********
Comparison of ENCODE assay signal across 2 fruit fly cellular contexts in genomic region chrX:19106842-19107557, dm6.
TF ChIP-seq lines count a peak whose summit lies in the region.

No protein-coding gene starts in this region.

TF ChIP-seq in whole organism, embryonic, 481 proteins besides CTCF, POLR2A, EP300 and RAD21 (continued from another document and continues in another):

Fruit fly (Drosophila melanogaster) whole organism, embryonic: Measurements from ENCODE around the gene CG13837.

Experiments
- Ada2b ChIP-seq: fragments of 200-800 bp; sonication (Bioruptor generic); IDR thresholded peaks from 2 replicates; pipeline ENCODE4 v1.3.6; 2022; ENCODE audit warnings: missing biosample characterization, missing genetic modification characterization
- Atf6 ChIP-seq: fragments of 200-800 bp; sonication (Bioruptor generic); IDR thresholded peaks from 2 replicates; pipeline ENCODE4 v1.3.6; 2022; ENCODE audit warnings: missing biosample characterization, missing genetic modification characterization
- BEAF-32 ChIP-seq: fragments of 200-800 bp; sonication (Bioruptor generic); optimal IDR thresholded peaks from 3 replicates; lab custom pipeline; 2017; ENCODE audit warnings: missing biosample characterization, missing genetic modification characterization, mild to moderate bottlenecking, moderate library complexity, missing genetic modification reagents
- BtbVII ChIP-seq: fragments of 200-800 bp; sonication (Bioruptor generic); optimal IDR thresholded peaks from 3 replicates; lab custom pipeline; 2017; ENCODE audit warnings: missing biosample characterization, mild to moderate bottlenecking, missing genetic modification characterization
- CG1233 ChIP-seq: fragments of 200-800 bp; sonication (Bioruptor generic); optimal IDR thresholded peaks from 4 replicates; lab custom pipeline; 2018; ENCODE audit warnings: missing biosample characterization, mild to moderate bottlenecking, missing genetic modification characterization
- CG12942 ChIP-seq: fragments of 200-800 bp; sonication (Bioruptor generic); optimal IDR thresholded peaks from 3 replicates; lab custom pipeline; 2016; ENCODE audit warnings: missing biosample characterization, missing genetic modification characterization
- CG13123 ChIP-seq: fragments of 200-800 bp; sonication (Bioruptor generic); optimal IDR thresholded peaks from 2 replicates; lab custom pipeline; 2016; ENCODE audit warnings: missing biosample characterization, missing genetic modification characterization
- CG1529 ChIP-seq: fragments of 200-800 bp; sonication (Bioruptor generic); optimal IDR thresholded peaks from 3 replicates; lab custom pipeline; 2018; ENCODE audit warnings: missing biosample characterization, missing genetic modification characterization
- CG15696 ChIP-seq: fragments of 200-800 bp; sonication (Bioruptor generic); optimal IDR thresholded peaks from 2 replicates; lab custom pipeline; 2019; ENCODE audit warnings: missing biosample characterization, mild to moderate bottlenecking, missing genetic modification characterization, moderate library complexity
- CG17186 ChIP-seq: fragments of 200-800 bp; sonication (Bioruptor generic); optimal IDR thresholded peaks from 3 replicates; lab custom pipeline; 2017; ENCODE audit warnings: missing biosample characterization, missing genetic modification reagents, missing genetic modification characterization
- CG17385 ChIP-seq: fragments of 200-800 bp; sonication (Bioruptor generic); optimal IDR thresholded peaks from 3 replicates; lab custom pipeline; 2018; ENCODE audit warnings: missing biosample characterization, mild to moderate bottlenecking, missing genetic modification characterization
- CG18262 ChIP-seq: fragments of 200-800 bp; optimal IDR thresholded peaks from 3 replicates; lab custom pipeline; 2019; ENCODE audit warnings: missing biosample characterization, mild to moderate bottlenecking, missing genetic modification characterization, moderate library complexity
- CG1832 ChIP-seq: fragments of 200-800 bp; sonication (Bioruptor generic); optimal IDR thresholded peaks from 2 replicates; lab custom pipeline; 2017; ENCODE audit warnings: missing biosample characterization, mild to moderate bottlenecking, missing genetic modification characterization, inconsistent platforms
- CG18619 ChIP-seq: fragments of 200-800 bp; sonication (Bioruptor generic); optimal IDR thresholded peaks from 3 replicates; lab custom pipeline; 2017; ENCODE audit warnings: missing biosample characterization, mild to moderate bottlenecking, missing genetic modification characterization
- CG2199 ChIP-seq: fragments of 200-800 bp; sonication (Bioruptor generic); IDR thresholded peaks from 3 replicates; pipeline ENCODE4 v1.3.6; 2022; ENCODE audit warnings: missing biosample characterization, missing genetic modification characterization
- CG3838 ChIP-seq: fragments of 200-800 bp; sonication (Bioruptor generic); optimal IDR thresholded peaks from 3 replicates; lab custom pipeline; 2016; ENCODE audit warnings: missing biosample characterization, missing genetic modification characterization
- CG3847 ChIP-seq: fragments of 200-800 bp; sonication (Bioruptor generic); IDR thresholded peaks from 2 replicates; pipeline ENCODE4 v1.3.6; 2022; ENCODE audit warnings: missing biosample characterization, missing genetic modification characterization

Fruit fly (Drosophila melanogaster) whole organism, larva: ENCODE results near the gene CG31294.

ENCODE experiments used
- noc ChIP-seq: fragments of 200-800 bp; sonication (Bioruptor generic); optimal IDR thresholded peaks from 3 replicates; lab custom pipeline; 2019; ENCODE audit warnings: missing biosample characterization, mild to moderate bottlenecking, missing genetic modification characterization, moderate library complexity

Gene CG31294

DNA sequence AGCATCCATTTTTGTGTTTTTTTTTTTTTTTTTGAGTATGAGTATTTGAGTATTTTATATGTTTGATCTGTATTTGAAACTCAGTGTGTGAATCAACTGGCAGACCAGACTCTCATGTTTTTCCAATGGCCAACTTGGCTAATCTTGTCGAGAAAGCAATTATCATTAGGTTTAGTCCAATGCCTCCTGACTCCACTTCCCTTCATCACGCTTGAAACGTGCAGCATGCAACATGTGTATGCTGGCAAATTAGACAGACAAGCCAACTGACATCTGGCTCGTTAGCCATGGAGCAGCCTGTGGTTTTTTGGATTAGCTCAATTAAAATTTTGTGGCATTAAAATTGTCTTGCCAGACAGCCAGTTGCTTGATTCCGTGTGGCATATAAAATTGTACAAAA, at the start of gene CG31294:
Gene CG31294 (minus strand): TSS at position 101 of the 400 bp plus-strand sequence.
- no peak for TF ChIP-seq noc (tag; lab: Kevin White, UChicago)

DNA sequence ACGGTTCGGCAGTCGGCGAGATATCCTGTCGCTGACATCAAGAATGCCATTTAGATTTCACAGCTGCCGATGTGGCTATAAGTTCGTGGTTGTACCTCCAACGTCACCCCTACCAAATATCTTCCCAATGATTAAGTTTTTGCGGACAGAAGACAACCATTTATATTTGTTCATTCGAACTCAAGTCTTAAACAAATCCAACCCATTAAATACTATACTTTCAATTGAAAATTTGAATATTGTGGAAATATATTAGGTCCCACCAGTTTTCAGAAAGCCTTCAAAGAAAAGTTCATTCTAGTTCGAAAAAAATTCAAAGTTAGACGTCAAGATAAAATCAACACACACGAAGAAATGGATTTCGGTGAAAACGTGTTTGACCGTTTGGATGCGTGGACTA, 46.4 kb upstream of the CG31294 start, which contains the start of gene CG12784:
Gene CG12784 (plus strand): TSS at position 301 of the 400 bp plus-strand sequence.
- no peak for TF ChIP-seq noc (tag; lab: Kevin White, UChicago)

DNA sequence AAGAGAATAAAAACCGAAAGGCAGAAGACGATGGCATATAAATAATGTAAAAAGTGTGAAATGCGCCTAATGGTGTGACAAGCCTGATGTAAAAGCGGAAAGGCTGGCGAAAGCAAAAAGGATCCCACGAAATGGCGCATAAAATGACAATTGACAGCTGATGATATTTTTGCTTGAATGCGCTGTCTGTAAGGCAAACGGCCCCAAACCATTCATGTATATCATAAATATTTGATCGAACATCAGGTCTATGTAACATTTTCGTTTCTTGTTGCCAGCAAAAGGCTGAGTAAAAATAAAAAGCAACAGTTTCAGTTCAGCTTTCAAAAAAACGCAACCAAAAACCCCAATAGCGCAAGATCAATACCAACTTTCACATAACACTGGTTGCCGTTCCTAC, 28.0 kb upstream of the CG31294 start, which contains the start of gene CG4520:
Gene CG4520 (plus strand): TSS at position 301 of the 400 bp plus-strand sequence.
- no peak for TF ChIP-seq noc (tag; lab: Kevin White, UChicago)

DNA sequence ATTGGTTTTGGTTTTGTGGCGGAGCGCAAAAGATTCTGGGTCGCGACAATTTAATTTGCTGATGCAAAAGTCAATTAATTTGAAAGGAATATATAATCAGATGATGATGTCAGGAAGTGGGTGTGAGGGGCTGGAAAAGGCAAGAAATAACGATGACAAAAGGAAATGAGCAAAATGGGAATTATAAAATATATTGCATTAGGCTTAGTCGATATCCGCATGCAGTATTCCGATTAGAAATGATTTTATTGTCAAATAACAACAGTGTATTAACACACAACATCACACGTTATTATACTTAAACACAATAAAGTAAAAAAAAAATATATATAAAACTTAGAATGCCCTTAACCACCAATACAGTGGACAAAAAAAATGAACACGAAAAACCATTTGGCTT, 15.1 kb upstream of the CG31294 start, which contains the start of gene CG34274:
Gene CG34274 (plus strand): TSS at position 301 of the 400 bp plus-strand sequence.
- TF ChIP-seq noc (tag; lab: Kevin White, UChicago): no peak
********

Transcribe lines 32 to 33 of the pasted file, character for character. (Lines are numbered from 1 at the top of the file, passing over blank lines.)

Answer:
Gene CG12784 (plus strand): TSS at position 301 of the 400 bp plus-strand sequence.
- no peak for TF ChIP-seq noc (tag; lab: Kevin White, UChicago)